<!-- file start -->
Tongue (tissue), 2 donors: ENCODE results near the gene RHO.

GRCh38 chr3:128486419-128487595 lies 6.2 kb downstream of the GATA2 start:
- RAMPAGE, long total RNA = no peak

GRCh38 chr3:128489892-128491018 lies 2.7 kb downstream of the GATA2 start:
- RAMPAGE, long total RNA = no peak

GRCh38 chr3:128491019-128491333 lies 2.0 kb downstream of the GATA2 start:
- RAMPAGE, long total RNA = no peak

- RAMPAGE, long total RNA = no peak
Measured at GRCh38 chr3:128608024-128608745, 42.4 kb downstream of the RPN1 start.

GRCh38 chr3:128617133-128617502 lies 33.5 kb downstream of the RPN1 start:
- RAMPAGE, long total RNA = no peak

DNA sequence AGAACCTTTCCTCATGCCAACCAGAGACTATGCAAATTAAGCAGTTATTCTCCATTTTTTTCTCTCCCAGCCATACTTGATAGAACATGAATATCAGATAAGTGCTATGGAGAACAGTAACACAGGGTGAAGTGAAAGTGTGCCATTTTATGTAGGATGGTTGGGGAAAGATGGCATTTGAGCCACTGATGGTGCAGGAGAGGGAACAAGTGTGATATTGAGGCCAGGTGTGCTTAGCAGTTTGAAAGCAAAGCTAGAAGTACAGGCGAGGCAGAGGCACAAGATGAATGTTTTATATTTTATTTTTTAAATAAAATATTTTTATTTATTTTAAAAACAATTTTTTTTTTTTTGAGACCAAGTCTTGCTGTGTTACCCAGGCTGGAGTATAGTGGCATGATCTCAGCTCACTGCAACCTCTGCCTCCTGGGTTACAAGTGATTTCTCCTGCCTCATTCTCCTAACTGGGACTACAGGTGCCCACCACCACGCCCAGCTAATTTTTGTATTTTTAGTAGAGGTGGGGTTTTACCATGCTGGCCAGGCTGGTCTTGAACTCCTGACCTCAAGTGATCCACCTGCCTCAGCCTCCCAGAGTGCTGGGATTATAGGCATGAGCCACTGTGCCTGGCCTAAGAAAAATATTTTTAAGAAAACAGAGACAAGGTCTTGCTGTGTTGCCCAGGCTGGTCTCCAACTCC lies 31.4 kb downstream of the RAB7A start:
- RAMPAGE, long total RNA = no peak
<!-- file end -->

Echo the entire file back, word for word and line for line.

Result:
Tongue (tissue), 2 donors: ENCODE results near the gene RHO.

GRCh38 chr3:128486419-128487595 lies 6.2 kb downstream of the GATA2 start:
- RAMPAGE, long total RNA = no peak

GRCh38 chr3:128489892-128491018 lies 2.7 kb downstream of the GATA2 start:
- RAMPAGE, long total RNA = no peak

GRCh38 chr3:128491019-128491333 lies 2.0 kb downstream of the GATA2 start:
- RAMPAGE, long total RNA = no peak

- RAMPAGE, long total RNA = no peak
Measured at GRCh38 chr3:128608024-128608745, 42.4 kb downstream of the RPN1 start.

GRCh38 chr3:128617133-128617502 lies 33.5 kb downstream of the RPN1 start:
- RAMPAGE, long total RNA = no peak

DNA sequence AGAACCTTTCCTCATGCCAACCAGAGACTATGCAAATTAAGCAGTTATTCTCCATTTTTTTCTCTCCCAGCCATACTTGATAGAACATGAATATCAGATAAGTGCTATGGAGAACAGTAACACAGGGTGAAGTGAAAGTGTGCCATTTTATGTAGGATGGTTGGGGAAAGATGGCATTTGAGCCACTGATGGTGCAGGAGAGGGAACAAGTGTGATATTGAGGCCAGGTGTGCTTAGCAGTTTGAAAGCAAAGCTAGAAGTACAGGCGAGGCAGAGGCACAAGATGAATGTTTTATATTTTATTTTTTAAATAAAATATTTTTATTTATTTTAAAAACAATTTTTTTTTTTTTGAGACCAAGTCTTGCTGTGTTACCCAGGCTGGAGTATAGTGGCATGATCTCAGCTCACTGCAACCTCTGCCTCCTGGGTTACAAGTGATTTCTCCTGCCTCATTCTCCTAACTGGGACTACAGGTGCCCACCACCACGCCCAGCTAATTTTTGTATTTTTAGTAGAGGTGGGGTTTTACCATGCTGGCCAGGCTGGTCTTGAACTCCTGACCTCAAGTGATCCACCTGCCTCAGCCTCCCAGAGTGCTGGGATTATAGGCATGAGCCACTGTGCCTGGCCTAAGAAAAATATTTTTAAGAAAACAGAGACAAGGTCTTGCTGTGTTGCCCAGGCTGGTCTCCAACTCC lies 31.4 kb downstream of the RAB7A start:
- RAMPAGE, long total RNA = no peak